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Chevron Corporation (CVX), Exxon Mobil Corporation (XOM), And One Great Dividend You Can Buy Right Now

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Chevron Corporation (NYSE:CVX)Dividend stocks are everywhere, but many just downright stink. In some cases, the business model is in serious jeopardy, or the dividend itself isn’t sustainable. In others, the dividend is so low, it’s not even worth the paper your dividend check is printed on. A solid dividend strikes the right balance of growth, value, and sustainability.

Today, and one day each week for the rest of the year, we’re going to look at one dividend-paying company that you can put in your portfolio for the long term without too much concern. This isn’t to say that these stocks don’t share the same macro risks that other companies have, but they are a step above your common grade of dividend stock. Check out last week’s selection.

This week, I’ll highlight the nation’s second largest integrated oil and gas company, Chevron Corporation (NYSE:CVX).

Every Chevron shareholders’ biggest nightmare
The biggest concern for Chevron Corporation (NYSE:CVX) and its largest rival, Exxon Mobil Corporation (NYSE:XOM), is declining energy prices. Weakening global economies could send oil and natural gas prices significantly lower, which would dramatically affect both companies’ bottom lines. Lower prices became a reality for both Chevron and Exxon Mobil Corporation (NYSE:XOM) in their most recent quarters. Chevron Corporation (NYSE:CVX)’s average realized price for a barrel of oil and natural gas liquids fell to $94 from $102 in the year prior. For Exxon Mobil Corporation (NYSE:XOM), lower oil price realizations coupled with higher natural gas price realization lowered year-over-year earnings by $230 million.

The other factor upstream and downstream companies have to keep in mind is maintaining adequate liquidity to make acquisitions, deploy infrastructure improvements, and cover day-to-day expenses. Chesapeake Energy Corporation (NYSE:CHK), for instance, went on a buying spree last decade, which positioned it as one of the U.S. leaders in natural gas reserves. However, when natural gas prices fell to decade lows last year, Chesapeake Energy Corporation (NYSE:CHK) didn’t have enough cash to cover its 2013 capital expenditures. In response, Chesapeake Energy Corporation (NYSE:CHK) was forced to raise cash by selling assets.

But aside from the threat of a severe global recession, there isn’t much that stands in the way of Chevron Corporation (NYSE:CVX) shareholders and big profits.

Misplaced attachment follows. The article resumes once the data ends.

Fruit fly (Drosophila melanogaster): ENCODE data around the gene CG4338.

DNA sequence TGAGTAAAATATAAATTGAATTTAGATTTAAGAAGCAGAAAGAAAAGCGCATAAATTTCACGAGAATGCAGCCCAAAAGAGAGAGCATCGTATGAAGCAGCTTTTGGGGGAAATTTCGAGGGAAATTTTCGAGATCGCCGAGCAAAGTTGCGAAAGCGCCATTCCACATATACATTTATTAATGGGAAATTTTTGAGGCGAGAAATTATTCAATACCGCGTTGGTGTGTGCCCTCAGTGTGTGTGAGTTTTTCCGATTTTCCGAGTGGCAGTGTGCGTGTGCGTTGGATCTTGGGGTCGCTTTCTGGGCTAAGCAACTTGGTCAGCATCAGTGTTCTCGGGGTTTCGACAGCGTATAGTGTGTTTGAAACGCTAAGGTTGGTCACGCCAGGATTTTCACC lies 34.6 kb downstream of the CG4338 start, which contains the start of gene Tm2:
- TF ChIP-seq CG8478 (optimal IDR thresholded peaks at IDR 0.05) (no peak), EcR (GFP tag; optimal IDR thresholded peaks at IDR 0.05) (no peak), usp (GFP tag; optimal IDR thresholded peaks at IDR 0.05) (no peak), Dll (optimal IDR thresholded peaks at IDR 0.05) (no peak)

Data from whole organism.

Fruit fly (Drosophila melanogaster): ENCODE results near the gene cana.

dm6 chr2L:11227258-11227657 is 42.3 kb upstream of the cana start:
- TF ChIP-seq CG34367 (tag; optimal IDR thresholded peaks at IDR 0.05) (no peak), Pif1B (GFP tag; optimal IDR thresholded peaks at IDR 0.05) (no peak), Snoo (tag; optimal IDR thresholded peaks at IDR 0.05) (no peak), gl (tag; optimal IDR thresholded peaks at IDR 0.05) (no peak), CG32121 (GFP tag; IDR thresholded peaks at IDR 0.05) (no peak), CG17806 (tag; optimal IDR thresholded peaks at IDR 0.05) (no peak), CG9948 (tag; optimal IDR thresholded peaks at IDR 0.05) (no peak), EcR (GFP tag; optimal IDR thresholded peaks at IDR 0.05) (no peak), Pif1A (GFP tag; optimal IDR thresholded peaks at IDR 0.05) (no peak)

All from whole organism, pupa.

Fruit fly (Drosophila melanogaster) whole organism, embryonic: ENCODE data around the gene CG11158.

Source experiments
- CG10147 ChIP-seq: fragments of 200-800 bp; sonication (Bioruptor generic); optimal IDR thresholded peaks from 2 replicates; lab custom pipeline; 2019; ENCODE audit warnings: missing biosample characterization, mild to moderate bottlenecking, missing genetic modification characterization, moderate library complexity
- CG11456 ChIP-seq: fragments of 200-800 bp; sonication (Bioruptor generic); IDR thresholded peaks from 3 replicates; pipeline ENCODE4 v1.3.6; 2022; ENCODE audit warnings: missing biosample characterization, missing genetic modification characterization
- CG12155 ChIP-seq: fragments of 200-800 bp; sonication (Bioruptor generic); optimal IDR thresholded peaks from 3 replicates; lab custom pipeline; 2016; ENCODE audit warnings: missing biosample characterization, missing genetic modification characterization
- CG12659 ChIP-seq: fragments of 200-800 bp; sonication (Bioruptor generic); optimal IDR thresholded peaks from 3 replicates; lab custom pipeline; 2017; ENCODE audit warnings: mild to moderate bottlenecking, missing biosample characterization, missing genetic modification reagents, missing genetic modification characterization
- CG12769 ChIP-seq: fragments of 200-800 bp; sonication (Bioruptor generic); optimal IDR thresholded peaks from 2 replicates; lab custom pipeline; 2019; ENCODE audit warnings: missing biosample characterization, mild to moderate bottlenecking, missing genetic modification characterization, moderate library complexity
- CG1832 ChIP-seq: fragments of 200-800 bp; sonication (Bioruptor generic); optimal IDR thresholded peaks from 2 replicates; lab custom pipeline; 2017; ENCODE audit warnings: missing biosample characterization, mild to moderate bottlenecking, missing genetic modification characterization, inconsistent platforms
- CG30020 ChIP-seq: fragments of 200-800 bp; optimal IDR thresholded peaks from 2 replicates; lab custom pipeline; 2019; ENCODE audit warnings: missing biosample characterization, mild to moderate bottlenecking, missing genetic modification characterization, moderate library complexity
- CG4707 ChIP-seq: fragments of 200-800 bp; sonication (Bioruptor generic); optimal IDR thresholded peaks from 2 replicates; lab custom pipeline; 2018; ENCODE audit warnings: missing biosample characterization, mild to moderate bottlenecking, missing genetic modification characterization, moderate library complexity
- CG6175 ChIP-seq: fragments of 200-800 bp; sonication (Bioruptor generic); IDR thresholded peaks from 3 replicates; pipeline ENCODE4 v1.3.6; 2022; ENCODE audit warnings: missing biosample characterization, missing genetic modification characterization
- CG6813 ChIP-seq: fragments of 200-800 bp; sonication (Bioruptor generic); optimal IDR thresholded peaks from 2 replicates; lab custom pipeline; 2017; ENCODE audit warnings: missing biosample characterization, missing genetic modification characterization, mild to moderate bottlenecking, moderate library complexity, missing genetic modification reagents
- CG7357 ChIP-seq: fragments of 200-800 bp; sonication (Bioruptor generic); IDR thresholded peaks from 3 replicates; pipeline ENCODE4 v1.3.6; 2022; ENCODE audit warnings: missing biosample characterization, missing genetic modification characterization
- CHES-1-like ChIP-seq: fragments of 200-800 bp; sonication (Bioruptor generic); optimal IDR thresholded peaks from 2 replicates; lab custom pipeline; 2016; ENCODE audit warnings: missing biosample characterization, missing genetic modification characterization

Chevron’s overseas opportunity
To begin with, Chevron’s first-quarter profits, while lower compared with last year, point to a major trend in international growth. Chevron’s upstream operations saw a 3% profit improvement — although this was largely due to favorable currency translation — while its international downstream business delivered 64% profit growth. Part of this was due to the consolidation of Star Petroleum Refining in Thailand, but it’s also because of higher realized crack spreads during the quarter.

The demand for energy in emerging markets like China and India is growing at a much faster pace than established markets like the U.S., which makes Chevron Corporation (NYSE:CVX) a perfectly positioned oil and gas play thanks to its global asset diversification. Chevron is currently developing two liquid natural gas projects in Australia (Gorgon and Wheatstone) that are expected to deliver an initial capacity of 8.9 million metric tons per year. Not surprisingly, Chevron is Australia’s largest natural gas asset holder. Just the proximity of this fuel to Southeast Asia and China places Chevron in an incredible position to reap the rewards of its liquid and gas recovery.


Source: Chad Teer. Commons.wikimedia.org.

… But don’t forget its domestic dominance
Chevron’s domestic assets and projects are nothing to sneeze at, either! Chevron Corporation (NYSE:CVX) remains on track to bring two deepwater projects online in the Gulf of Mexico next year and is the second-largest acreage holder in the natural gas-rich Marcellus Shale in Pennsylvania. Unfortunately, that acreage hasn’t translated into huge production totals as of yet; then again, weak natural gas prices haven’t merited spending large amounts of capital on boosting production.

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